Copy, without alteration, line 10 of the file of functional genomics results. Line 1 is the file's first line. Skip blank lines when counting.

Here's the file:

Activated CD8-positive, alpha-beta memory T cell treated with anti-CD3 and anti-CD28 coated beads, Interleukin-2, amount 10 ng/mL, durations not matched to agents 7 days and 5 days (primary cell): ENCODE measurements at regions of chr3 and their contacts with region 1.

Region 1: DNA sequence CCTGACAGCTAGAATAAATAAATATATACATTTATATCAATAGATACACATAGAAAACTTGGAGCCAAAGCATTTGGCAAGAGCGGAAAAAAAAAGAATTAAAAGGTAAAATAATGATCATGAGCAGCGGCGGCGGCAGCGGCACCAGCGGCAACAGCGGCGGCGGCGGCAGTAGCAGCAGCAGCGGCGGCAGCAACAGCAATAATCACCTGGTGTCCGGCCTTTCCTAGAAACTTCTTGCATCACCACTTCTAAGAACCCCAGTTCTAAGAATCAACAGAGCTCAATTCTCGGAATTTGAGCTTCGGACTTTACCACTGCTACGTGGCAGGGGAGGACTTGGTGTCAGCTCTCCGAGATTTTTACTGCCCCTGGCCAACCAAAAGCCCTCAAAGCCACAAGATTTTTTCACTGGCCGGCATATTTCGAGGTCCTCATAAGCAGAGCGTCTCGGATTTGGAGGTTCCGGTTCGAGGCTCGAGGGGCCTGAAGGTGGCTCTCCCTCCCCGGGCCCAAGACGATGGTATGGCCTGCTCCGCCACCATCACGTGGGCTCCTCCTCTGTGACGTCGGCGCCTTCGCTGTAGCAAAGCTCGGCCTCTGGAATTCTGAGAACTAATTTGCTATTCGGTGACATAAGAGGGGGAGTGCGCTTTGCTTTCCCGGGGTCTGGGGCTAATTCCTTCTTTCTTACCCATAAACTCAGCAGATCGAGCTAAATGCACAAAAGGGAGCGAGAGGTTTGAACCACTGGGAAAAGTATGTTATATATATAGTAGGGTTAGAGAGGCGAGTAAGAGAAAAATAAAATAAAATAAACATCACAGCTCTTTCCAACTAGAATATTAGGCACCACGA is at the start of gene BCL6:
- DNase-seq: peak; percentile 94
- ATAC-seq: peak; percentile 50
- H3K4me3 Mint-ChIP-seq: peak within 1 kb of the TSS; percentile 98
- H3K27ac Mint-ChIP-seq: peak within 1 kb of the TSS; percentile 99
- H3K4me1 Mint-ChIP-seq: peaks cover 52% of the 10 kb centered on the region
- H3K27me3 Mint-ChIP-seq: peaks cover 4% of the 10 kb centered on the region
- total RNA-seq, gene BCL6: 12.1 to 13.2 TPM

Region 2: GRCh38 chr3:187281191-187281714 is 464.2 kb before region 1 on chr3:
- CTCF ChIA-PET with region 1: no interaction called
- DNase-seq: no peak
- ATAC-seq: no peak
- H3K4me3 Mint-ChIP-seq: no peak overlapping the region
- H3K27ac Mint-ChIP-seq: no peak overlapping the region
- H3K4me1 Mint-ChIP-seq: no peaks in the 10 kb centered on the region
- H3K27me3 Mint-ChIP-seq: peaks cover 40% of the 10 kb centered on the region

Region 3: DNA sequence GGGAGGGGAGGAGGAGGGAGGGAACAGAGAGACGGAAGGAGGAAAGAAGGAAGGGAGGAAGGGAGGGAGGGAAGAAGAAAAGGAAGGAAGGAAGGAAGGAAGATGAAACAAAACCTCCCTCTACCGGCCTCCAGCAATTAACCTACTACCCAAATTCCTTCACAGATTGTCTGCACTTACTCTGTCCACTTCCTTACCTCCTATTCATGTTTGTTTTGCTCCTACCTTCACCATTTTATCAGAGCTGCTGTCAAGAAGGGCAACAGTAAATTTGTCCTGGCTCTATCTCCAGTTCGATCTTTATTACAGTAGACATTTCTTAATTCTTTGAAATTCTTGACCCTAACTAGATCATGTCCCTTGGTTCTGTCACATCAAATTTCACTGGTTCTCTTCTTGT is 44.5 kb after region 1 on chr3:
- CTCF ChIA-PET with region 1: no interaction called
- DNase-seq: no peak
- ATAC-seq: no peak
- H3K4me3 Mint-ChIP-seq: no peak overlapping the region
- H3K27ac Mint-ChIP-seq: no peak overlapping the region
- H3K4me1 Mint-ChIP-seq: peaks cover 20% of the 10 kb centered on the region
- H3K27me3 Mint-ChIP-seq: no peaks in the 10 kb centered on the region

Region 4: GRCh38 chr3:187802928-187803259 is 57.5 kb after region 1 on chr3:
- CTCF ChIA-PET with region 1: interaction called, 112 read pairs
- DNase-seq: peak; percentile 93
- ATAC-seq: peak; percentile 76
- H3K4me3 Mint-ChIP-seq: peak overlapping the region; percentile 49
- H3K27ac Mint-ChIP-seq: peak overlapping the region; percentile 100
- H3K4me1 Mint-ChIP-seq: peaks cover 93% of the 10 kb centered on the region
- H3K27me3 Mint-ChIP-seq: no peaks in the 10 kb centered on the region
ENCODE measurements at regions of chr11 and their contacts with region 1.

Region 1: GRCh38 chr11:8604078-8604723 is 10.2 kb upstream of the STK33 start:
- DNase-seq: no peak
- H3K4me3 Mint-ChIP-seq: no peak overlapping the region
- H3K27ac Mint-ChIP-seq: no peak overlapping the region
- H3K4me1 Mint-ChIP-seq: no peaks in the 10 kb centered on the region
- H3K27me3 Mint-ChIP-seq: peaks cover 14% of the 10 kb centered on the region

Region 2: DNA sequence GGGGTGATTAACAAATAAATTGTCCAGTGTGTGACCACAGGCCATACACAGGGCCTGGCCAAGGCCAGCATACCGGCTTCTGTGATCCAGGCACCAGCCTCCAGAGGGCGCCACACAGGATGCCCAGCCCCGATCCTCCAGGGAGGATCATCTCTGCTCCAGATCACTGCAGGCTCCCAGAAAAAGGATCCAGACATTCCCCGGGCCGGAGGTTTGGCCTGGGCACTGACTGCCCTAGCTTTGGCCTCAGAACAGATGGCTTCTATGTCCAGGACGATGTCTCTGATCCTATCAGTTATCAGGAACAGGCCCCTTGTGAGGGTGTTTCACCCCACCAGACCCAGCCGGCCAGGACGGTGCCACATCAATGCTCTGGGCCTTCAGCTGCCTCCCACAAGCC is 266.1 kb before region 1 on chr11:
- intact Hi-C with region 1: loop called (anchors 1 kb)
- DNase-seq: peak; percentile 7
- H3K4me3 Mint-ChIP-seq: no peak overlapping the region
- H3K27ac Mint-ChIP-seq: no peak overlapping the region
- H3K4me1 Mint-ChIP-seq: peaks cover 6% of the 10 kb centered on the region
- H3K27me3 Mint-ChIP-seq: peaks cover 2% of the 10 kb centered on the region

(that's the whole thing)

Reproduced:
Region 2: GRCh38 chr3:187281191-187281714 is 464.2 kb before region 1 on chr3: